The Kentucky Fried Chicken Corporation has something to crow about. They've just launched a brand new website in honor of founder Colonel Harland Sanders, and they're inviting his devoted fans to share their stories and memories of the man behind the brand.
“Sanders had an impact on people. They remember that interaction when they met him,” says Rick Maynard, public relations manager of the KFC Corporation.
The idea to start ColonelSanders.com came from a meeting with franchisees who have been with the company for many years. “One day they were all telling these amazing stories of the Colonel. Our goal is to capture the stories before they’re forgotten, “says Maynard.
Fort Oglethorpe, Georgia (CNN) - Driving cross-country in small-bus-size hot dog is kind of a big deal.
Between 1,000 and 1,500 college seniors apply for the 12 posts piloting Oscar Mayer’s six Wienermobiles. Hopefuls have been applying for the position since 1988.
“The lucky dogs who cut the mustard are known as ‘hotdoggers,’ ” said Reese Brammel, a hotdogger who just graduated from the University of Kentucky with a degree in “Economnomnomics,” according to his bio on the hotdogger blog.
Brammel, who plans to apply to law school after his year-long tenure with Oscar Mayer, will face much more forgiving acceptance rates at even the most selective schools.
Brammel and his co-hotdogger, Lauren Oliver, are part of the 24th class of Oscar Mayer hotdoggers, but the Wienermobile is much older. In fact, it is 75 years old today.
After opening more than ten restaurants encompassing Spanish, Greek, Turkish and Mexican cuisines, receiving the prestigious James Beard Award and popularizing tapas for Beltway patrons, Chef Jose Andres has a new role as culinary historian.
"I'm going back to 16th, 17th, 18th-century books, because books to me are a very important way to say, 'This began here on that date and this is the first book that ever published that recipe with corn or that recipe with pawpaw," said Andres gesturing to an imaginary book in his hand.
Food says so much about where you’ve come from, where you’ve decided to go, and the lessons you’ve learned. It’s geography, politics, tradition, belief and so much more and this week, we invite you to dig in and discover the rich, ever-evolving taste of America in 2011. The week will culminate with a Secret Supper in New York City, and Eatocracy invites you to participate online starting Monday July 11th at 6:30 p.m. E.T.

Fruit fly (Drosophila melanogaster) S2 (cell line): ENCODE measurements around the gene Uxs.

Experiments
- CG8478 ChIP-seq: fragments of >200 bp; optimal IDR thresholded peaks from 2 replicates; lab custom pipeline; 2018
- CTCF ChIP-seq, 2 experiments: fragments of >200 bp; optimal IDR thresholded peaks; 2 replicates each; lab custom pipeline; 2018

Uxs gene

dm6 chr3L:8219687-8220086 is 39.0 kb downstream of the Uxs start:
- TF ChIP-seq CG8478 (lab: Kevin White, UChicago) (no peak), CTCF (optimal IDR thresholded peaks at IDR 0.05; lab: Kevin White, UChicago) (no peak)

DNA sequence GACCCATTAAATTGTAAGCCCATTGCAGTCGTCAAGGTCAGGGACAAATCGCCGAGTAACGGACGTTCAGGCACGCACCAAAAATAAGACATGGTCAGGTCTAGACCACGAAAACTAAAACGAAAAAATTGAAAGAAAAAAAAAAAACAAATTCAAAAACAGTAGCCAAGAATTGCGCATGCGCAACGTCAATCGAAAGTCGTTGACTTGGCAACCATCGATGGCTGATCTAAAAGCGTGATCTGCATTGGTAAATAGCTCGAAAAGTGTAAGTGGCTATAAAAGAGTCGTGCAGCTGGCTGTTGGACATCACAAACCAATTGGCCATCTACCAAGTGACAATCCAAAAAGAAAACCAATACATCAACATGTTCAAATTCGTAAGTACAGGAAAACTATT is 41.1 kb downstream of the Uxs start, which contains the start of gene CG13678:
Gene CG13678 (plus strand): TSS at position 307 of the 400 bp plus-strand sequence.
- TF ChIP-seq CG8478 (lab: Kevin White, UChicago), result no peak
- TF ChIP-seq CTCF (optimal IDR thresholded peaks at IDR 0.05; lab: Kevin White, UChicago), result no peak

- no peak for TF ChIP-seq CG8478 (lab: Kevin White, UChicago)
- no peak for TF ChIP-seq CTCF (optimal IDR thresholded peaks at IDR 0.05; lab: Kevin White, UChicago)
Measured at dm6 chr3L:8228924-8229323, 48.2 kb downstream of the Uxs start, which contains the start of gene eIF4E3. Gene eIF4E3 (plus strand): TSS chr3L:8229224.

There's nothing quite so American as gathering your friends and family to celebrate Independence Day with a classic cookout.
We polled Eatocracy readers a while back, and nearly 38,000 votes later, it seems that the ultimate summer menu would consist of a burger (cooked medium and topped with cheese, lettuce and onions), potato salad, corn on the cob and watermelon, washed down with plenty of ice cold beer.
Only in the U.S.A., right?
Well, not quite. While those dishes may now be synonymous with American life, liberty and the pursuit of a really great picnic, like most of the citizens themselves, often their origins are elsewhere.
This summer, CNN's Defining America project will be traveling the country with the CNN Express bus to explore the stories behind the data and demographics that show how places are changing. This week, CNN brings you coverage from North Carolina.
There was a time when every North Carolina family loved – or at least knew – liver mush. It's the cuisine of grandma's house, snow days and simpler times, a local delicacy some natives defend with the same loyalty they have to Carolina barbecue and Cheerwine.
Back then, it was the economical way to get some meat in your diet when times were tough, a high-iron addition to a kid's lunch, or a fried-till-crispy comfort breakfast beside fat slices of tomato and muskmelon.
Cara Reedy is an Executive Assistant at CNN. She previously wrote for Eatocracy on being a small cook in a big kitchen.
I grew up in St. Louis, MO which is considered the Midwest, but has some clear southern leanings. Barbecue and fried chicken were always around. One of my favorite meals as a child was a one-pot meal consisting of potatoes, green beans, carrots and cabbage boiled with a ham hock. My parents served it with a fresh batch of corn bread to soak up the juices - often called pot liquor or potlikker.
I never really thought anything about this meal other than I liked it. When you're a kid, you generally don't analyze your food that deeply. It’s either like or can’t stand. Flash forward to adulthood, when I started doing some personal research on the African American slave diet. I suddenly realized that what my parents were serving was the original soul food.